Yale-NUS College announces community-shaped core values

6 April 2021

By Daniel Lee

The newly announced Yale-NUS core values aim to guide how the College community behaves and functions, and will also shape the College’s direction and policies. Image by Yale-NUS College.

Transformation, Exploration, Respect, Inclusivity and Care. These five newly crafted, community-shaped core values for the Yale-NUS College community were announced earlier in the academic year.

During his First Year Assembly speech to the Class of 2024, Yale-NUS College President Tan Tai Yong revealed these core values that he hoped would guide the incoming class as well as the rest of the Yale-NUS community.

“Values represent our convictions about what is important; they shape our attitudes and guide our behaviour,” said President Tan. He added that the creation of these core values would guide how the College behaves and functions as a community, and are intended to guide the College’s direction, decisions and policies.

The process of developing these core values took months of deliberation and reflection with all members of the community. According to Director of Human Resources Christopher Anthony, this co-creation process started in September 2018 in partnership with consulting firm Willis Towers Watson.

“These five values have been organically formed through the initial years of our growth and development. Hence, we worked together to distil and articulate these values so that they resonate with the community, in support of our vision and mission,” said Mr Anthony, “These organisational values help every constituent and stakeholder in the community navigate, relate, and collaborate with one another, promoting the type of community of learning that we advocate and embrace.” He believes that these core values will have a tremendous impact on the organisational culture, spurring the College on to greater heights.

 Matas Vitkauskas (Class of 2022) noted that he already sees these core values exemplified in the community, such as the genuine care shown by his professors. For Matas, the most important core value is transformation. He sees Yale-NUS as a space where future leaders are being made. Looking ahead, he hopes that these core values will anchor the College’s commitment to community transformation.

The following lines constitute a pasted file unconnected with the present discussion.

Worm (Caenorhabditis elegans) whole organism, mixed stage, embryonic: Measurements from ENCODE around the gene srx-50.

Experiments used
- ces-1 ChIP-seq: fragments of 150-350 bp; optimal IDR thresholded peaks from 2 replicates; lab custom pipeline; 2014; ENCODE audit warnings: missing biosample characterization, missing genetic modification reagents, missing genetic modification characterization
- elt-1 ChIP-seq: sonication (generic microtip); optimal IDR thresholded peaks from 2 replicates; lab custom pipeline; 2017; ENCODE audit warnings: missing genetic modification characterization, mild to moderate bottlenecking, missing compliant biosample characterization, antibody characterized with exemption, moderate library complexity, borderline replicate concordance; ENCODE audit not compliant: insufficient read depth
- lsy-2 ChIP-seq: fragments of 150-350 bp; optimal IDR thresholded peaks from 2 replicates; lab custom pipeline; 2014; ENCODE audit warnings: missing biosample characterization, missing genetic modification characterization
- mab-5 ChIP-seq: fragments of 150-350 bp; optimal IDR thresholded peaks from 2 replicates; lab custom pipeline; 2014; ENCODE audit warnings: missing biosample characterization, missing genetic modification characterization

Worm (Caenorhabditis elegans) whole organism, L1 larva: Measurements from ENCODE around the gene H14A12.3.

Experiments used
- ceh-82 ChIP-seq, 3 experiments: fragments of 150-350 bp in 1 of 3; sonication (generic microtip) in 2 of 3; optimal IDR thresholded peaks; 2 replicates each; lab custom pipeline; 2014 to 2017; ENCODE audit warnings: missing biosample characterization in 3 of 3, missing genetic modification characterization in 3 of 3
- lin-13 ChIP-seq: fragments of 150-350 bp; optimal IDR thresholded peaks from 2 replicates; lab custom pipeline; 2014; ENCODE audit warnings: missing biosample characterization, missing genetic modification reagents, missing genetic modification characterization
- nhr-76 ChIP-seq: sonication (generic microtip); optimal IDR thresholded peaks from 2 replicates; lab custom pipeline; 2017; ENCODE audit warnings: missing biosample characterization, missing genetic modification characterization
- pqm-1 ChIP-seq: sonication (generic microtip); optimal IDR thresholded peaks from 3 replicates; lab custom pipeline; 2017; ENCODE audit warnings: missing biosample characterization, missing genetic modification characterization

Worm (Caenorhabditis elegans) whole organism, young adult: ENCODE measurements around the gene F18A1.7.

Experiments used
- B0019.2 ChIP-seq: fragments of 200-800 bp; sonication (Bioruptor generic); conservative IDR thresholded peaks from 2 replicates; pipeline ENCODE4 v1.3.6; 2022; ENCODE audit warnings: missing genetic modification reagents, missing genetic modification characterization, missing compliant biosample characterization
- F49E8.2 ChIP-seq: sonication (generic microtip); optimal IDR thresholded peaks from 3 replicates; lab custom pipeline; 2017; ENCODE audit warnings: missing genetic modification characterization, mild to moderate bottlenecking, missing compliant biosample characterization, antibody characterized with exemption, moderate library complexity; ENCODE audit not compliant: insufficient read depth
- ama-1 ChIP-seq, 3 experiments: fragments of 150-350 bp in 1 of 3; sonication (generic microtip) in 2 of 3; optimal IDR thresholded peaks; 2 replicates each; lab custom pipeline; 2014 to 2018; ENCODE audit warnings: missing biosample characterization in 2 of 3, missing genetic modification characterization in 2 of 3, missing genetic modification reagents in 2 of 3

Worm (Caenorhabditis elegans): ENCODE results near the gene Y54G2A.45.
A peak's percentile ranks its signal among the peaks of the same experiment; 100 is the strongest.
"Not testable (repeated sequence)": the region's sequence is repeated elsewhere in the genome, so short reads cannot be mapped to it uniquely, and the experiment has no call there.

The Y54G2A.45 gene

Harry Hwang (Class of 2024), welcomed the addition of the core values to the current vision and mission statement. “They make the College’s pursuits feel a lot clearer, and would help students to better understand what we should value in this community,” he said.

Of the five core values, Harry found inclusivity and exploration to be of the greatest importance to him. “Especially as an international student, to feel like we’re included in this community, regardless of our background, is critical. Despite being so far away from home, it makes me feel valued and respected,” he noted.

Furthermore, Harry believed that a college experience should be about exploration. By having this as a core value, he feels that “students will be more encouraged to step outside of their comfort zone, to explore things that aren’t necessarily of their interest, and to be more open minded to seeing things from different perspectives.”

Assistant Professor of Humanities (Art History) Nozomi Naoi agrees with the importance of intellectual exploration, believing that these core values are reflected in Yale-NUS’ pedagogy. “I truly believe that faculty embody the College’s core values in their teaching and research. For example, I will be teaching a new module, titled The Birth of the Japanese Department Store, which is part of a new research project on modern design and commercial art that considers the complex negotiations of transmission, reception, and translation of different modes of artistic styles from Europe, America, and traditional arts in Japan. This is an instance of how the College’s curriculum works to create students who are sensitive to our interconnected world through interdisciplinary approaches of teaching and learning,” she said.

“Yale-NUS’s core values reflect the cornerstones of a world-class education. They empower students to be autonomous learners, driven by their interests, while providing the structure and rigour needed to create tomorrow’s leaders,” added Assistant Professor of Social Sciences (Psychology) Paul O’Keefe.

Staff members, too, have been enthusiastic about the new values. “When I first learnt about the core values, I couldn’t help but agree with all five of them. These core values set a greater purpose and direction for the College, with a focus on our unique identity to include and respect one another. I hope that these values sink deeply into every community member as we continue to inspire not just the College, but the society around us,” said Executive in the Faculty Affairs office, Jolene Tan.

Since the announcement of the core values, a logo design competition has been launched, as well as an online portal for Yale-NUS staff and faculty to report acts that exemplify these values.

Moving forward, Mr. Anthony hopes that people in the College will live out these values in their daily interactions, such that they “become an integral part of our DNA.”